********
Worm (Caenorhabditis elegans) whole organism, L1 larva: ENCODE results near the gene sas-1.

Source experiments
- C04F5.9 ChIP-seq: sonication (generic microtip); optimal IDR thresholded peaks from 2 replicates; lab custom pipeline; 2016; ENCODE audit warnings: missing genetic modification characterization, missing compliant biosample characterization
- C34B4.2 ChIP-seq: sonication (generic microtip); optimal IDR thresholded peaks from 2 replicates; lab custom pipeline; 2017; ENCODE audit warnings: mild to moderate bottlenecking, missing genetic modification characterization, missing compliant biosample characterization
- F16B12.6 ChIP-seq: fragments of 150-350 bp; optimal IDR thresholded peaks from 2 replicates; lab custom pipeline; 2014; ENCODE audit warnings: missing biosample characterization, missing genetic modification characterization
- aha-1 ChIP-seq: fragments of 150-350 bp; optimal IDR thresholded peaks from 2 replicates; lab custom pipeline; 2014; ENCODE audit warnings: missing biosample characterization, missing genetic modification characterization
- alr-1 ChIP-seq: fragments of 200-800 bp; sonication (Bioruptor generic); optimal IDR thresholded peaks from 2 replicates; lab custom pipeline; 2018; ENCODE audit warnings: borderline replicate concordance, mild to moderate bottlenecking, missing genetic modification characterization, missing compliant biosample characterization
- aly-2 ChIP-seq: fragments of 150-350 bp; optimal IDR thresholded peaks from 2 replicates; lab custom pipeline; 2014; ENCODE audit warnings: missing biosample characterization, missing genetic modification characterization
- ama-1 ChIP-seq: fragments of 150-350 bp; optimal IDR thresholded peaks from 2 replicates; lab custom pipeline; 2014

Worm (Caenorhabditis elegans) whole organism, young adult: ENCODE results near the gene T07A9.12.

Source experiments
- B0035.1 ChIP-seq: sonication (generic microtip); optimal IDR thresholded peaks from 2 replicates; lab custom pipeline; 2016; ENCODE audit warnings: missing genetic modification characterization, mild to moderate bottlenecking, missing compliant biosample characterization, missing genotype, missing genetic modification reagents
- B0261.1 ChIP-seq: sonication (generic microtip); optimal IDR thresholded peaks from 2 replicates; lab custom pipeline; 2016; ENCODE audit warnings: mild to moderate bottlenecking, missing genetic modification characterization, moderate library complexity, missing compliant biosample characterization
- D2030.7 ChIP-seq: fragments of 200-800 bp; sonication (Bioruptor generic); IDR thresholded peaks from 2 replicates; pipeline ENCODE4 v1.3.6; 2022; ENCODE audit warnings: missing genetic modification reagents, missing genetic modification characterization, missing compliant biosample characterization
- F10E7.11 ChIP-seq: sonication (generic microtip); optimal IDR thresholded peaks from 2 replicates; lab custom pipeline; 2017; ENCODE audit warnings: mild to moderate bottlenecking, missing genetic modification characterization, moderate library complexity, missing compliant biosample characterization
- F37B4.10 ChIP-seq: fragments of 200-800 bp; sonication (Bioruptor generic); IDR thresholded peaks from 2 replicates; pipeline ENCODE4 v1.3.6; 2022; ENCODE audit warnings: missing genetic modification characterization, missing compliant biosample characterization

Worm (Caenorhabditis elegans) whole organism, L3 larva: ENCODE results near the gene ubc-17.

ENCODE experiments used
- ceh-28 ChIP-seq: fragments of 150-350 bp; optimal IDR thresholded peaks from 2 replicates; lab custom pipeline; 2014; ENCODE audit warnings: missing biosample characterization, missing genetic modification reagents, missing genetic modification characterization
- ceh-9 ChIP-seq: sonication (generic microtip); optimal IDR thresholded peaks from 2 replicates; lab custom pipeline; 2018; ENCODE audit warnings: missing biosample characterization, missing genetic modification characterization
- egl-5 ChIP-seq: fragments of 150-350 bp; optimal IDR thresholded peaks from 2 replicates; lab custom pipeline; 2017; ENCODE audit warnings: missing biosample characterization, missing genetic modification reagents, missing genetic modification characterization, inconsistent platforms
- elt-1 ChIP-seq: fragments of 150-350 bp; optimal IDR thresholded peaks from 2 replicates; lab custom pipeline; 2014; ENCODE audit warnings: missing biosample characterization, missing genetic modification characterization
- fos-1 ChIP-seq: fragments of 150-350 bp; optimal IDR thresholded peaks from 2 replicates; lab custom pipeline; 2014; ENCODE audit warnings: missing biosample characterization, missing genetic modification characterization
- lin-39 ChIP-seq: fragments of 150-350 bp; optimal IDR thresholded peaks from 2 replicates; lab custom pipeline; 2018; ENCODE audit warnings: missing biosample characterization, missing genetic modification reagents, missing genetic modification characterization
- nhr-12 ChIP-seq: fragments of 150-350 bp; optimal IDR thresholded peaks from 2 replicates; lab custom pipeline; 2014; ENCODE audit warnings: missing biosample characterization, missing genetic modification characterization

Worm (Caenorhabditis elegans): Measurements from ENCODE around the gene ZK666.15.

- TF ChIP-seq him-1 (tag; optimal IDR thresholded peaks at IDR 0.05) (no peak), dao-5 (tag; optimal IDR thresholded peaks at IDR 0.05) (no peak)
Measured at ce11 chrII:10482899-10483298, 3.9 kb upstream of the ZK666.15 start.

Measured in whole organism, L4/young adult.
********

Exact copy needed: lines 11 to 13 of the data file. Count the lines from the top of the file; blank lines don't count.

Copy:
Source experiments
- B0035.1 ChIP-seq: sonication (generic microtip); optimal IDR thresholded peaks from 2 replicates; lab custom pipeline; 2016; ENCODE audit warnings: missing genetic modification characterization, mild to moderate bottlenecking, missing compliant biosample characterization, missing genotype, missing genetic modification reagents
- B0261.1 ChIP-seq: sonication (generic microtip); optimal IDR thresholded peaks from 2 replicates; lab custom pipeline; 2016; ENCODE audit warnings: mild to moderate bottlenecking, missing genetic modification characterization, moderate library complexity, missing compliant biosample characterization